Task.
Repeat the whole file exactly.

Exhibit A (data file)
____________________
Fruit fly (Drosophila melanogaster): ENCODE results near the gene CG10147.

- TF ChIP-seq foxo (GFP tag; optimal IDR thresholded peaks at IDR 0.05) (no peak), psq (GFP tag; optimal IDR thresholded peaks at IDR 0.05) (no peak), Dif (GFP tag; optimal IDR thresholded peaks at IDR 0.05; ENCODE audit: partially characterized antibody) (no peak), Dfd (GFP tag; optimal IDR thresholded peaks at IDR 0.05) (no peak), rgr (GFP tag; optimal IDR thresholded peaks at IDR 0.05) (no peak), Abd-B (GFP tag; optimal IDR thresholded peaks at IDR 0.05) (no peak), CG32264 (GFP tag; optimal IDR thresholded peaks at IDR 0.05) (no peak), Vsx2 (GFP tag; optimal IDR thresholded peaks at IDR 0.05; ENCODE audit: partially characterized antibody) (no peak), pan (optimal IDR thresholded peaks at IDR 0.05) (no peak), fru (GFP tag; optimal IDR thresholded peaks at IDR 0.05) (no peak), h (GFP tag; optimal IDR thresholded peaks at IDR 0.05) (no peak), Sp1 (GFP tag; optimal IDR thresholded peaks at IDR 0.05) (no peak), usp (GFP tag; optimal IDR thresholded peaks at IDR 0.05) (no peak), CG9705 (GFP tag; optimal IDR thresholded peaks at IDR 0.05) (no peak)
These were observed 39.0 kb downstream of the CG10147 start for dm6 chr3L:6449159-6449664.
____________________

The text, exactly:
Fruit fly (Drosophila melanogaster): ENCODE results near the gene CG10147.

- TF ChIP-seq foxo (GFP tag; optimal IDR thresholded peaks at IDR 0.05) (no peak), psq (GFP tag; optimal IDR thresholded peaks at IDR 0.05) (no peak), Dif (GFP tag; optimal IDR thresholded peaks at IDR 0.05; ENCODE audit: partially characterized antibody) (no peak), Dfd (GFP tag; optimal IDR thresholded peaks at IDR 0.05) (no peak), rgr (GFP tag; optimal IDR thresholded peaks at IDR 0.05) (no peak), Abd-B (GFP tag; optimal IDR thresholded peaks at IDR 0.05) (no peak), CG32264 (GFP tag; optimal IDR thresholded peaks at IDR 0.05) (no peak), Vsx2 (GFP tag; optimal IDR thresholded peaks at IDR 0.05; ENCODE audit: partially characterized antibody) (no peak), pan (optimal IDR thresholded peaks at IDR 0.05) (no peak), fru (GFP tag; optimal IDR thresholded peaks at IDR 0.05) (no peak), h (GFP tag; optimal IDR thresholded peaks at IDR 0.05) (no peak), Sp1 (GFP tag; optimal IDR thresholded peaks at IDR 0.05) (no peak), usp (GFP tag; optimal IDR thresholded peaks at IDR 0.05) (no peak), CG9705 (GFP tag; optimal IDR thresholded peaks at IDR 0.05) (no peak)
These were observed 39.0 kb downstream of the CG10147 start for dm6 chr3L:6449159-6449664.